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5 Steps to Breaking Bad Cell Phone Habits

Tithing during the pandemic

How many times a day do you look at your phone? To check your email, see if you received a new text, or maybe a notification from Facebook or Instagram? Is it 2, 5, or even 10 times a day? Or how about how many times an HOUR do you check your phone? For most of us, it’s more likely that we need a reality check for how many times an hour we are picking up our mobile devices.

Phone addiction is a real thing and a serious issue for many people. My phone tells me at the end of each week on average how many hours a day I have spent using it. It is shocking and embarrassing! On average most people who own a cell phone spend more time on their phone each day than they spend eating and drinking.

There are so many things on our phones to distract us. Some of them are necessary and even important, but many, if not most, are time-wasters. We use our phones to pass the time when we are bored and even to “check out” when things are stressful. These are unhealthy habits that we form when we begin to overuse our phones and even turn to our phones for comfort when we are feeling bored, frustrated, uncomfortable, or lonely.

God designed us to need other people and to be in community with others. Some elements of our phones can help us do just that, but it can also completely isolate and alienate us from others. So what do we do?

1) The first step is recognizing you have a problem. Congratulations, you realize you need to make a change!

2) Put your phone away. Designate a place when you walk in the door where you are going to set your phone and just leave it there. When you go out to dinner with friends, leave it in the car or put it in your purse on silent and zip it up! The world will not implode if you don’t check your phone over the hour and a half you are at dinner.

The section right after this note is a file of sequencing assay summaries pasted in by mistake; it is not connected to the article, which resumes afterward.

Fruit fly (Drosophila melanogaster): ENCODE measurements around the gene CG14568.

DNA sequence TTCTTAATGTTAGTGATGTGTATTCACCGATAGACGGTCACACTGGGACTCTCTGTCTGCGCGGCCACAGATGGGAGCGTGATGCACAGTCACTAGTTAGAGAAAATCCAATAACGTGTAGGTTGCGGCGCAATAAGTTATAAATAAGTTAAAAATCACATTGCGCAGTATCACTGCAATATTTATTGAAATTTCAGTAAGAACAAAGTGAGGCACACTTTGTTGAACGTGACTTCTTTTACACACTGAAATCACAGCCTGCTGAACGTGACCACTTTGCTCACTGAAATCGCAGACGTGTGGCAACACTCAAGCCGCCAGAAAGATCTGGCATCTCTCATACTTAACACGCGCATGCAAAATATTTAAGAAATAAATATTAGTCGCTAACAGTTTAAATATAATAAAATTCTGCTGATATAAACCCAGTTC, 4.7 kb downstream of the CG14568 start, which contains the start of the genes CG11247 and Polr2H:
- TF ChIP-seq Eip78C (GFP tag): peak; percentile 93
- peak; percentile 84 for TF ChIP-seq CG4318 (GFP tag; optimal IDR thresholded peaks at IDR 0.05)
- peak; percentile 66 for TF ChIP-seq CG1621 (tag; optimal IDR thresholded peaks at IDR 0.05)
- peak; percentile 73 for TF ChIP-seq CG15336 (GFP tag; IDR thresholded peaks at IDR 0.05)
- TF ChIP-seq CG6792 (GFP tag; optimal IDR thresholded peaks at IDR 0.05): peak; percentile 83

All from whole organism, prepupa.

3) Silence notifications. You can turn off receiving notifications for email, Facebook, Instagram, and other apps you might have beeping to get your attention. You can also put your phone on “do not disturb” or “airplane mode” during certain time frames to help you be more focused and less distracted.

4) Set limits. Maybe start with allowing yourself to check your phone once an hour, but give yourself 15 minutes and then put it up. Wean yourself off of just using your phone as a time waster.

5) Replace a bad habit with something better. Find something else productive or enjoyable to do when you find yourself wanting to pick up that phone and scroll aimlessly through social media or check your email again. Maybe take a quick walk around the office or keep a book (you know those things made of paper with pages) close by to read a page or two instead of checking Instagram.

It may take some time to not feel the need to impulsively grab your phone to see what is happening on your favorite social media site, but you can do it! You may need to actually unplug for a set amount of time to start the weaning process. Some people set aside one day a week where they completely unplug.

Do whatever it takes to regain control over your time and your mind. Addiction to our cell phones rob us of precious time and attention that could be spent building authentic face-to-face relationships. It also certainly interferes with our focus on the Lord and time spent communicating with Him. There are many, many positive uses for our cell phones and apps that can help us grow in the Lord;  but when the phone itself becomes an addiction, our priorities need to be realigned.

What is one way you can make an effort this week to put down the cell phone and make a meaningful connection with God and others?

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